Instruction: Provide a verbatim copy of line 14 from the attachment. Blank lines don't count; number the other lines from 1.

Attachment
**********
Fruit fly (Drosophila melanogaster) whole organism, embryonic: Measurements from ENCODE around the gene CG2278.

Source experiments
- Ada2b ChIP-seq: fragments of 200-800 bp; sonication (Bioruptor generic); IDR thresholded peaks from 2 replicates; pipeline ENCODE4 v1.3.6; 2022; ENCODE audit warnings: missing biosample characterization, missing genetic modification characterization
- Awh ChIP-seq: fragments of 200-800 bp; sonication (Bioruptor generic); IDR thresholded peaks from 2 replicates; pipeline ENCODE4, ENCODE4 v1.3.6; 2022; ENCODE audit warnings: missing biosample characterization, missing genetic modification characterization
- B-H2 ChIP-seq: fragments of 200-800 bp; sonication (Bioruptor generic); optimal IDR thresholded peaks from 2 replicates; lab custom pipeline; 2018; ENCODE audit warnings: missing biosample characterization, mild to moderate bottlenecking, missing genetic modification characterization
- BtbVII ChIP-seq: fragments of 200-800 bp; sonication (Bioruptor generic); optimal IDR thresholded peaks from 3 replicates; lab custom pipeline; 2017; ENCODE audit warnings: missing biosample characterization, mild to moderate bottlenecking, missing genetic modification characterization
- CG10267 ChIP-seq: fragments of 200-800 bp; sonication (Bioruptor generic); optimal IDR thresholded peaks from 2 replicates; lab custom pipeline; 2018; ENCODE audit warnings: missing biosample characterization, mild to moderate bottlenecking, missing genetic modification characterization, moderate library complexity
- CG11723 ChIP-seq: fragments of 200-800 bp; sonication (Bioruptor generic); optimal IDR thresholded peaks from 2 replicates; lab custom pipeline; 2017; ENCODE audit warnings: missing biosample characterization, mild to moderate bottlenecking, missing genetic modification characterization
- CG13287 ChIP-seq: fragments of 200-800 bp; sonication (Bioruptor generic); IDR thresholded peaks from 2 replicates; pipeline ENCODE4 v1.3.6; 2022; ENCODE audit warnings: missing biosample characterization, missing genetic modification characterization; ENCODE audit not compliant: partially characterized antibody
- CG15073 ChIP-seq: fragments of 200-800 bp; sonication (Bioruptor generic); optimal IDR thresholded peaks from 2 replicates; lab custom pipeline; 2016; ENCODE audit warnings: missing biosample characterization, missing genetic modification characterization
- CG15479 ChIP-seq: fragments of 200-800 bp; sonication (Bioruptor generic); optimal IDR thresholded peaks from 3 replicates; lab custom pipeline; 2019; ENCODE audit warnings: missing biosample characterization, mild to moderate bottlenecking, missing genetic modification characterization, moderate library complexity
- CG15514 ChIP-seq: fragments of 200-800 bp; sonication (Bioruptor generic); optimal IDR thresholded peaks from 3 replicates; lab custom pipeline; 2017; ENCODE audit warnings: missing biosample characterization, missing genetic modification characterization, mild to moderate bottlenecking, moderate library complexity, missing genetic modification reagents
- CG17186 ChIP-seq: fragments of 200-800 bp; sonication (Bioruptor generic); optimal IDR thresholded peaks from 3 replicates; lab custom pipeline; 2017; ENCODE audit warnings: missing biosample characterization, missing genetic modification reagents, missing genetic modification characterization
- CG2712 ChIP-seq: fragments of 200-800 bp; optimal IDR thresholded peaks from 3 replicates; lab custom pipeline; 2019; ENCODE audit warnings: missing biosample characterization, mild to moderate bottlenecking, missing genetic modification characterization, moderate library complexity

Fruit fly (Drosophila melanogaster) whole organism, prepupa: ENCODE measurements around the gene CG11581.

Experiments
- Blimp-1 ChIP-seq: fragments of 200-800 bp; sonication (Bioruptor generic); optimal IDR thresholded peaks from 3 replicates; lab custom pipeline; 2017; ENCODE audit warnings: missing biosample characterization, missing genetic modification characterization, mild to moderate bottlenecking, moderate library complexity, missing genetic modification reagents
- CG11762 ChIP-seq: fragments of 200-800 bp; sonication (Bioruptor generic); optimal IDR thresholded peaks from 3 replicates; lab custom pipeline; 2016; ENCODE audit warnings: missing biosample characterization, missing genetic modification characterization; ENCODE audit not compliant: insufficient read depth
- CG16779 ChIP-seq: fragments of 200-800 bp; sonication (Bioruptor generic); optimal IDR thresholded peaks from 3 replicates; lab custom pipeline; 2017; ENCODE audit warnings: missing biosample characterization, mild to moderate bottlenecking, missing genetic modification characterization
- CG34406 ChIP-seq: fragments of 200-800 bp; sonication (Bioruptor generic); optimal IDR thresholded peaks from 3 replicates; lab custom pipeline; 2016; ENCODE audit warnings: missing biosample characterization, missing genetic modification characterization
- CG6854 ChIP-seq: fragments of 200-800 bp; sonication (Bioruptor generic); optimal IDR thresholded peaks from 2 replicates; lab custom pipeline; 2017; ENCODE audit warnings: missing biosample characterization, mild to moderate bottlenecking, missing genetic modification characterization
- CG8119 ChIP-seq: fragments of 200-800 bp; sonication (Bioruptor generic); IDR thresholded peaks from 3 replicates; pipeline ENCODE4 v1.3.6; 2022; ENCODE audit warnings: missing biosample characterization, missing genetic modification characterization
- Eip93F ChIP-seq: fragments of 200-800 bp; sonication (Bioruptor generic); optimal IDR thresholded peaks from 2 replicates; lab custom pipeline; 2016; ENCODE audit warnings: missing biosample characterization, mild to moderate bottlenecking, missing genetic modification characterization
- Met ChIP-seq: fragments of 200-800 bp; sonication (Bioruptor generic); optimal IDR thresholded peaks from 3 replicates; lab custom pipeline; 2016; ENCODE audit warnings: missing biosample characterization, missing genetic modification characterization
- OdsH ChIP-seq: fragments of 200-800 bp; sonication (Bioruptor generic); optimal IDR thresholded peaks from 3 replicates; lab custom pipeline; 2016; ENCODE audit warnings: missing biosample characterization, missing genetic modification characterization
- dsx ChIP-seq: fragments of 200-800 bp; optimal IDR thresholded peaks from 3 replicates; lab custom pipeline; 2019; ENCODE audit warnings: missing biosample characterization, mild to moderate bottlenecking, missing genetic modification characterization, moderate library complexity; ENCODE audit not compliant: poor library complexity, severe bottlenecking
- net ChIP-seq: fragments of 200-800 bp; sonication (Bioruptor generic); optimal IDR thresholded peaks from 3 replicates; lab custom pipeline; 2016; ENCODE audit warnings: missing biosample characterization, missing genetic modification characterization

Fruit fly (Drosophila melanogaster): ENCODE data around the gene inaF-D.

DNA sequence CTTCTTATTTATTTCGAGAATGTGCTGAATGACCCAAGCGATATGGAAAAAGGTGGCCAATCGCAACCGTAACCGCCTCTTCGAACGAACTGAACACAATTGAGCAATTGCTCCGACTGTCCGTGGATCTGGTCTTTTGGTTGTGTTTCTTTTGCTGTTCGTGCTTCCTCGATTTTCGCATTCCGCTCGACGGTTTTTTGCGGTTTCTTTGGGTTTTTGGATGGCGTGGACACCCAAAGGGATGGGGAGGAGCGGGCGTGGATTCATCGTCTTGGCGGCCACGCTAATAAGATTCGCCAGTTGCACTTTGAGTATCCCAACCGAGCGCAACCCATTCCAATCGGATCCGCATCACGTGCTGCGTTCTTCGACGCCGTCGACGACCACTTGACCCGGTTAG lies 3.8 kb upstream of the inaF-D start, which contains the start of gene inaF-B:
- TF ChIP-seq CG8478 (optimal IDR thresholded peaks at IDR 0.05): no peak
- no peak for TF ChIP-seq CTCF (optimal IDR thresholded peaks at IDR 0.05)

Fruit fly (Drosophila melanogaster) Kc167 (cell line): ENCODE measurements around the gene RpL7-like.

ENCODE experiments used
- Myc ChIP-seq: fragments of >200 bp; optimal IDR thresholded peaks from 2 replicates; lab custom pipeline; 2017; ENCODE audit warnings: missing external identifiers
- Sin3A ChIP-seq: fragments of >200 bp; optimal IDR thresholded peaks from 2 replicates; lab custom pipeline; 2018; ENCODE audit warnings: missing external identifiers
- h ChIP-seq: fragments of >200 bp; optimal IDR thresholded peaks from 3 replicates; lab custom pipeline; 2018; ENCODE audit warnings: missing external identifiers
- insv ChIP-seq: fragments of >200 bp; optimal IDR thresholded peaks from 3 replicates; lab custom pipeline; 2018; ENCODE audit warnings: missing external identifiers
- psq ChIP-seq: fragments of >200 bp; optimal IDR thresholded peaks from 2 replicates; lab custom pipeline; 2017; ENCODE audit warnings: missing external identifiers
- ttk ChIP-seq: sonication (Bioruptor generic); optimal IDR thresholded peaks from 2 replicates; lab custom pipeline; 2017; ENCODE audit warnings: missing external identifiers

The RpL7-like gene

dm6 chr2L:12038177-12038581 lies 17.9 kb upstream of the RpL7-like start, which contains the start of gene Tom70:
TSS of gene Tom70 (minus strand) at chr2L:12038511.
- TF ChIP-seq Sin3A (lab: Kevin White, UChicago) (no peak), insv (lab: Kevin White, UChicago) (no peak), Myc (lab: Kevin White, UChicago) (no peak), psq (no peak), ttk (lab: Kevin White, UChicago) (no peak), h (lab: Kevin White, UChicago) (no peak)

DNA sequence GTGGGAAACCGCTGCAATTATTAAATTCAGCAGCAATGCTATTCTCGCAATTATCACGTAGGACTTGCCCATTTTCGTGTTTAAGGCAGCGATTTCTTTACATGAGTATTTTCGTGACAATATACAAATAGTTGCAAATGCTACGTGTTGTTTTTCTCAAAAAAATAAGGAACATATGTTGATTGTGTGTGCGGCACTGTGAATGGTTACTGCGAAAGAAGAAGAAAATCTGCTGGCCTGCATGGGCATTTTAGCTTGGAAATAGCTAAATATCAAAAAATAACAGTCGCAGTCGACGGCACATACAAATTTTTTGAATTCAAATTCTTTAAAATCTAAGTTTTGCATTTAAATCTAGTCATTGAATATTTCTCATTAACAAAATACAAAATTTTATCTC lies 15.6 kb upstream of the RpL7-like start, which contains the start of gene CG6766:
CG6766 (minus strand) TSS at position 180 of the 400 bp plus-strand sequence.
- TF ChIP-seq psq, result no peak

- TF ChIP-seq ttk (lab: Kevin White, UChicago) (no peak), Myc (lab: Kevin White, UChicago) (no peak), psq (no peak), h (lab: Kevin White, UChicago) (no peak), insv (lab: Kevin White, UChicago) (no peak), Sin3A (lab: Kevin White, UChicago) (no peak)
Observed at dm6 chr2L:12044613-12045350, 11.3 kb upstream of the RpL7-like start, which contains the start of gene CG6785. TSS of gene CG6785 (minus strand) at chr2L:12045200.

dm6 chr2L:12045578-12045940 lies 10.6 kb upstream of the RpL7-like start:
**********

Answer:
- CG2712 ChIP-seq: fragments of 200-800 bp; optimal IDR thresholded peaks from 3 replicates; lab custom pipeline; 2019; ENCODE audit warnings: missing biosample characterization, mild to moderate bottlenecking, missing genetic modification characterization, moderate library complexity